Ryan Boyd 13 Aug 2018

It’s enticingly cheap and often in the most premiere parts of the city – but industry experts say purchasing leasehold property could have serious financial implications.

Core Logic estimates there to be roughly 17,000 leasehold properties currently in New Zealand with 5,660 located in Auckland (1,046 flats; 3,911 apartments; 591 houses; 112 residential other).

With banks being averse to lending on them, track records of exorbitant land rent hikes, High Court trails between owners and land vendors, as well as the Auckland and Queenstown Councils putting a bed tax on AirBnB vendors and charging commercial rates, the questions beckon – “Why would you want to own leasehold property?” and “What will happen to leasehold property in New Zealand?”

President of the Auckland Property Investor Association, Andrew Bruce, says it’s the land rents that can be so unpredictable with leasehold, making it a significant risk.

“You’ve got a property cycle that works on a seven to 10 year cycle and history shows us that properties get close to doubling in that cycle. So if you’ve got a seven year rent review (on leasehold property), there’s a potential that the land value could easily double meaning your outgoings will be doubling. It becomes a very significant number.

“People have got to be very, very aware of being tempted by, ‘Wow, this is an amazing location, this doesn’t look too bad of a price. You’ve got to be aware of all the facts.’”

In a recent article, The Guardian said leasehold property has become the number one concern for homeowners in the UK with a HomeOwners Alliance study claiming that many new homebuyers have been trapped by spiralling ground rents.

HomeOwners Alliance chief executive, Paula Higgins, said: “Unscrupulous players within the industry have turned what has been a form of tenure for centuries into a money-grabbing scheme that has left thousands of buyers across the country trapped in properties that are now essentially unsaleable.

“Leasehold houses, doubling of ground rents and unfair clauses are leaving homeowners in a nightmare situation and the government is clearly not treating the issue with the severity it deserves. These people need help and they need it now.”

Leasehold owners in very hard situation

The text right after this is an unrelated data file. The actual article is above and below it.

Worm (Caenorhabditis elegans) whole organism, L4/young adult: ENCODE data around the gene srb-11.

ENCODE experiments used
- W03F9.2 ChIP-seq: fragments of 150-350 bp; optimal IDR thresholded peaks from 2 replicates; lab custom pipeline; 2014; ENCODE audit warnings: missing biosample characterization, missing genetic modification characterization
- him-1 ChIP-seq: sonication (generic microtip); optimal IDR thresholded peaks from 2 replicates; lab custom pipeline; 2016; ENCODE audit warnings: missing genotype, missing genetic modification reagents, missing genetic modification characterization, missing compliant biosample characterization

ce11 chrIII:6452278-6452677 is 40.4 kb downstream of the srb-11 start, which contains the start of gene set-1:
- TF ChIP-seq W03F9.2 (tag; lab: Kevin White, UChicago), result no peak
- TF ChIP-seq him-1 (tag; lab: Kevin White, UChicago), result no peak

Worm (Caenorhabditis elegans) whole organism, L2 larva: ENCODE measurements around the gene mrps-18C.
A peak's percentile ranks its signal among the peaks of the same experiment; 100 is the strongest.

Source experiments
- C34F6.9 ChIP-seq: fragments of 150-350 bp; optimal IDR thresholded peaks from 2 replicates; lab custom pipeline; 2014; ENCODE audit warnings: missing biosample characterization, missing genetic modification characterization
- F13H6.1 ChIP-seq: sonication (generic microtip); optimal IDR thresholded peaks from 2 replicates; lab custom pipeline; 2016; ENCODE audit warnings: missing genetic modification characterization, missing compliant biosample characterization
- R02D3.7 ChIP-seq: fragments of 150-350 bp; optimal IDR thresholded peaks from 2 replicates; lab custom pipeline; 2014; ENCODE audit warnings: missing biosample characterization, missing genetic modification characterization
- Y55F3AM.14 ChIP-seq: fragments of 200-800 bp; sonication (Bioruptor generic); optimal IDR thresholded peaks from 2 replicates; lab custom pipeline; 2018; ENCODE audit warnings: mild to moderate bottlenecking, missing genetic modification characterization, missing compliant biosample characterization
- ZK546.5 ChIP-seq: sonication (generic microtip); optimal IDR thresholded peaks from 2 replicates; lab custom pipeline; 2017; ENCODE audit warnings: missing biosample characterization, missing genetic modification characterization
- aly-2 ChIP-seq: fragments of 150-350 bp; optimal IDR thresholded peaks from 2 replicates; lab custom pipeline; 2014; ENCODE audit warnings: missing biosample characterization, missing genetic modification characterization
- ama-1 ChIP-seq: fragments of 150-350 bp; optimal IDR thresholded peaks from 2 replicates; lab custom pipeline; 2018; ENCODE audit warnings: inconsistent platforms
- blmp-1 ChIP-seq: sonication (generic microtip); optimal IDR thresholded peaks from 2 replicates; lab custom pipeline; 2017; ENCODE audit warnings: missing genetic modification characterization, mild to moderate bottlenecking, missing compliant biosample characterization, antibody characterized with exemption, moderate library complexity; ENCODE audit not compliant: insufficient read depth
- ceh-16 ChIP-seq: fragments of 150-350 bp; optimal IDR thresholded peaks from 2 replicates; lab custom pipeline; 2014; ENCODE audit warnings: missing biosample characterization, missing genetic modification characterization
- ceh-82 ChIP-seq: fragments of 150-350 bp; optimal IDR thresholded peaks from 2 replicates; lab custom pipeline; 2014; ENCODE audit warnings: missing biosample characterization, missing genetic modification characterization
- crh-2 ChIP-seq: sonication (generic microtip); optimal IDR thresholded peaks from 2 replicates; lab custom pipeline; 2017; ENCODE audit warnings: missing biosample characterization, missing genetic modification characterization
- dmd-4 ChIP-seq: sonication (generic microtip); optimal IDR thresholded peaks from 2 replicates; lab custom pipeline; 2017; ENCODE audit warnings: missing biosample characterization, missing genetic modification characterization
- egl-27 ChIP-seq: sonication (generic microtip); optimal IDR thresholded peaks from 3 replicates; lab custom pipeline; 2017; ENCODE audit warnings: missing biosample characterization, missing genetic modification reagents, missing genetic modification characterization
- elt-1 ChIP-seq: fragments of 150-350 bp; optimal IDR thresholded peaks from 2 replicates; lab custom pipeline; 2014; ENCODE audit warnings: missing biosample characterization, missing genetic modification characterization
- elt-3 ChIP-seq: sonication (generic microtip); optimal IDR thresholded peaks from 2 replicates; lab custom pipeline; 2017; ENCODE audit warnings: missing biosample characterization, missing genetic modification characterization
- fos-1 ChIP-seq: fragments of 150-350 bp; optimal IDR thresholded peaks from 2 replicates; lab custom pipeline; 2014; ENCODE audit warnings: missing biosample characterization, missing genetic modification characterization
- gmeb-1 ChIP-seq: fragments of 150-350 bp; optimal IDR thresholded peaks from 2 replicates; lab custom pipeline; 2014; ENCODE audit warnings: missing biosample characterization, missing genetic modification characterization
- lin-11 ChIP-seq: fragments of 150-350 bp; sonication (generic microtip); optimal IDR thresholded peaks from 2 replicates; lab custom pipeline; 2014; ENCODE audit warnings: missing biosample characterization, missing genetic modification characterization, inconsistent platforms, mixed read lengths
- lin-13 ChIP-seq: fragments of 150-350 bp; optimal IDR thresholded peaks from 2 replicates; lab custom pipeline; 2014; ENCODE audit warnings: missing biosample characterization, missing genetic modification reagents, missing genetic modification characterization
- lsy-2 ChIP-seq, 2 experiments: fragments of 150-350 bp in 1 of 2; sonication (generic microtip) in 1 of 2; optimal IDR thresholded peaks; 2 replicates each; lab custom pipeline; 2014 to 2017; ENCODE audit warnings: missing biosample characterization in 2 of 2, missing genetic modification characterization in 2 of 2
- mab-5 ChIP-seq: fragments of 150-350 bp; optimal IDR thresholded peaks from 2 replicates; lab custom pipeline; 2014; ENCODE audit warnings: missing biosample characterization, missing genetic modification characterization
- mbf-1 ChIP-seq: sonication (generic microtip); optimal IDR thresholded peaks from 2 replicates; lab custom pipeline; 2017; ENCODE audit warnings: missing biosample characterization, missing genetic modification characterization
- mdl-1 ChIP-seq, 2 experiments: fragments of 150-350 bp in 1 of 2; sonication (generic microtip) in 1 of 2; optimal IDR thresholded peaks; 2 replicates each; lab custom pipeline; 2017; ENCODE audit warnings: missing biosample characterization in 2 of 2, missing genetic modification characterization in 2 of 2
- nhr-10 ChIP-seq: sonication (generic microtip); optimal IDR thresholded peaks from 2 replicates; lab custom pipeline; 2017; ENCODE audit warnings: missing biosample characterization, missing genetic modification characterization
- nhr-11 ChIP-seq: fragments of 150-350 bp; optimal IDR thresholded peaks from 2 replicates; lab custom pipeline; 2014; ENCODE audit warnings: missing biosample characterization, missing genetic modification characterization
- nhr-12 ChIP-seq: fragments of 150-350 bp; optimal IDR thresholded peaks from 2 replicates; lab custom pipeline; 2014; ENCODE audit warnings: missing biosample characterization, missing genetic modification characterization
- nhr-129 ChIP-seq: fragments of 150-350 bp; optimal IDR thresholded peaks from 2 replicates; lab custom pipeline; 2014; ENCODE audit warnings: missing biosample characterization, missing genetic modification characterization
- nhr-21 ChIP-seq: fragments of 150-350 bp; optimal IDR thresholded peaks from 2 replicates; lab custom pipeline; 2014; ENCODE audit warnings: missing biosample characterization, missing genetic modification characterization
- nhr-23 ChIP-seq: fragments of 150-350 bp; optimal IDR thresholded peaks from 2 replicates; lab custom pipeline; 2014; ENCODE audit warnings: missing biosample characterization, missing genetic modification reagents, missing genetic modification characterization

Banks also know the risks, and with a few exceptions, refuse to lend for leasehold property unless the buyer has a large deposit and substantial equity elsewhere.

Andrew says it’s very tough to bring in legislation or regulation to stop major spikes in land rents with leasehold property.

“It becomes quite hard. How do you regulate something when they’ve already got a contract in place?”

He says it also becomes an issue on the flip side when selling leasehold property.

“It’s a little bit like people that get caught with leaky apartments or buildings. Pretty much, if you’re going to sell them, you almost have to sell to a cash buyer.”

Real Estate agent: Leasehold market does still exist

But Sotheby’s real estate agent, Pene Milne, says there still is a market for leasehold in Auckland but it’s all in the way the vendor structures the outgoings.

Selling more high-end apartments in Auckland’s upscale Wynyard Quarter, she says the psychology behind leasehold hasn’t fundamentally changed over the decade or more she’s been selling apartments.

“Yes the outgoings go up and they go up every seven years, and the capital growth isn’t the same as freehold. But a person that would typically buy leasehold, views it on the basis of, ‘Well, instead of putting $5million or $6million into a freehold apartment in the same or similar location, they’ll pay say $1.75million and still have three and a quarter million that they’ll invest in other properties that are growing in value or bringing in a large return for them.

“So it all works out in the wash for them.”

She says lifestyle is a big factor.

“Once they live down there right on the water, they go, ‘where else am I going to go?' I can never get this again."

She says some will own two and have one permanently rented out which brings in enough income to pay the Opex (Operating Expenditure Costs) on both apartments they own.

So there’s all sort of different scenarios and it’s all about meeting the lifestyle needs of people.”

Pene believes it all becomes relative.

“People think, ‘Well I can afford a $680K apartment, but I can’t afford those outgoings so it’s silly’.

“But it never was, in really true value, a $680K 100 square meter apartment on the waterfront with a car park.”

She says investors buy these properties frequently.

“They use them as a base and where they can control rentals and do corporate rentals if it’s not a permanent home and it’s more a base.

“If the land rent was to go up significantly, it’s not the big factor. They factor in what their outgoings or what their total package is going to be, and then they just work it out from there. Lifestyle is the driver here, not just the financial equation.”

She does agree though that some leaseholds don’t operate like this.

“If you were talking about leasehold across the board, that’s a different conversation because there are examples, like the Scene 1, 2 and 3 Buildings on Beach Rd where values have somewhat dropped. It is a different conversation around how they would operate and how investors would structure them.”